Use case: you have an SQL Server database table and use Identity (auto increment) for the primary key (let’s be creative and call it id). For any reason, the table content is as following:
Most of the time and technically, the out-of-sequence id 78 is not a big deal and your application still works as it should be. However, you are a perfectionist and don’t like to see the id number not being in a correct order. So you decided to fix it (RESEED), so long as the table is still small.
First check the identity property, with this command:
/* Check the current identity */ dbcc checkident ('dbo.my_city')
Checking identity information: current identity value ’78’, current column value ’78’.
DBCC execution completed. If DBCC printed error messages, contact your system administrator.
Copy the affected record(s) into another table. It could be in a temporary table or in another object. I like to keep things simple:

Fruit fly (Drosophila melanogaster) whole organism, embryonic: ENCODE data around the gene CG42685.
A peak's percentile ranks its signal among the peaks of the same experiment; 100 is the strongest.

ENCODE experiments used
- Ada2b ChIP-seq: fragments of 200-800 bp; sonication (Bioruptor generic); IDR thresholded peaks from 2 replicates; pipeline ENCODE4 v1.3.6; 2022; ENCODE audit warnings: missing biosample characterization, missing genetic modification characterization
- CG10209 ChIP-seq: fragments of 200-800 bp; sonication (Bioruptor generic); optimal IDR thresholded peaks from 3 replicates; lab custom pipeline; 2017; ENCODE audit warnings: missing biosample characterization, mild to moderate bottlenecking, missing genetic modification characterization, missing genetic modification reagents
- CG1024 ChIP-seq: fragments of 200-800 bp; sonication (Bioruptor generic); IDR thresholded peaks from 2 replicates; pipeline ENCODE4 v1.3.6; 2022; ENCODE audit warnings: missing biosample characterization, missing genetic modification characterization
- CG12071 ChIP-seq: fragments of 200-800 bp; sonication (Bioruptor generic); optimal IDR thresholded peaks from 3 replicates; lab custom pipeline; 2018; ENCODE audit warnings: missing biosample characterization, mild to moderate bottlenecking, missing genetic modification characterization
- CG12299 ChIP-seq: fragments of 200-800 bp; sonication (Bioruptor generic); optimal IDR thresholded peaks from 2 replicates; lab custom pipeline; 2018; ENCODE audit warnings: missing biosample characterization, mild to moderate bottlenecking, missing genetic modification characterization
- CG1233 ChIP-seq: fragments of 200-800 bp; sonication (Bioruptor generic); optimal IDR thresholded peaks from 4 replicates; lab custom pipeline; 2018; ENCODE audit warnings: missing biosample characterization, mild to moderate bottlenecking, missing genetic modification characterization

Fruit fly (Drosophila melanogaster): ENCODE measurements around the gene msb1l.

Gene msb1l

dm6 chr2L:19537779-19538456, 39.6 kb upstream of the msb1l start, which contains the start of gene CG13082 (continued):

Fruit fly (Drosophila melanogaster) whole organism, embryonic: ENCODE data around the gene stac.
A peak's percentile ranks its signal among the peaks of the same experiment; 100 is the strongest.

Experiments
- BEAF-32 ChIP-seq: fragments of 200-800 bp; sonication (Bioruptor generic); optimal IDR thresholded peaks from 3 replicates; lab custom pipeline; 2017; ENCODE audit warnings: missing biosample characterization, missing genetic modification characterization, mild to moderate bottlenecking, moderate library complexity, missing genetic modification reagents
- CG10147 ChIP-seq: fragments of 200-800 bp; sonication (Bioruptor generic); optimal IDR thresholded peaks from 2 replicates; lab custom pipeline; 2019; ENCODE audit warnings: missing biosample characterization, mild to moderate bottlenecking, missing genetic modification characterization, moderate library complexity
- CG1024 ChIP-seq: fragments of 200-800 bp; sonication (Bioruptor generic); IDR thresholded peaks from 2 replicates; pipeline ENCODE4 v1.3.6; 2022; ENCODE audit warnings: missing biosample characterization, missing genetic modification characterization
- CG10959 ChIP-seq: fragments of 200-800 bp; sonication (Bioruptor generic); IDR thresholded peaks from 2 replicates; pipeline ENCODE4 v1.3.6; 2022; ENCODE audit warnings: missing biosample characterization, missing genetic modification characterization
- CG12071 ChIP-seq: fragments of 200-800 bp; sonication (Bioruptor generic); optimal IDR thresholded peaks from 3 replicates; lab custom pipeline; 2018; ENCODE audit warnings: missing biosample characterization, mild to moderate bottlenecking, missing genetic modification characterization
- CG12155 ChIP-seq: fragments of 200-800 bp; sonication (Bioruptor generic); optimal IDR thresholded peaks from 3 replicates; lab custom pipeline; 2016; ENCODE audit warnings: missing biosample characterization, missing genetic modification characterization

/* copy the affected record(s) into another table */ SELECT * INTO #my_city FROM dbo.my_city WHERE id = 78
Delete the affected record(s) from the origin table (in the live/productive environment, the DELETE is not an option most of the time. In this case, you have to take another approach, i.e. re-create the origin table).
/* delete the affected record(s) from the origin table */ DELETE FROM dbo.mycity WHERE id = 78
Reseed the identity (the id 4 is the biggest number still in the correct order):
/* reseed the identity */ dbcc checkident ('dbo.my_city', RESEED, 4)
And finally, copy the records back onto the origin table.
/* copy the affected record(s) back onto the origin table */ INSERT INTO dbo.mycity (id, city) SELECT id, city FROM #my_city
You will then see, that London has an id of 5.
The complete code can be found here.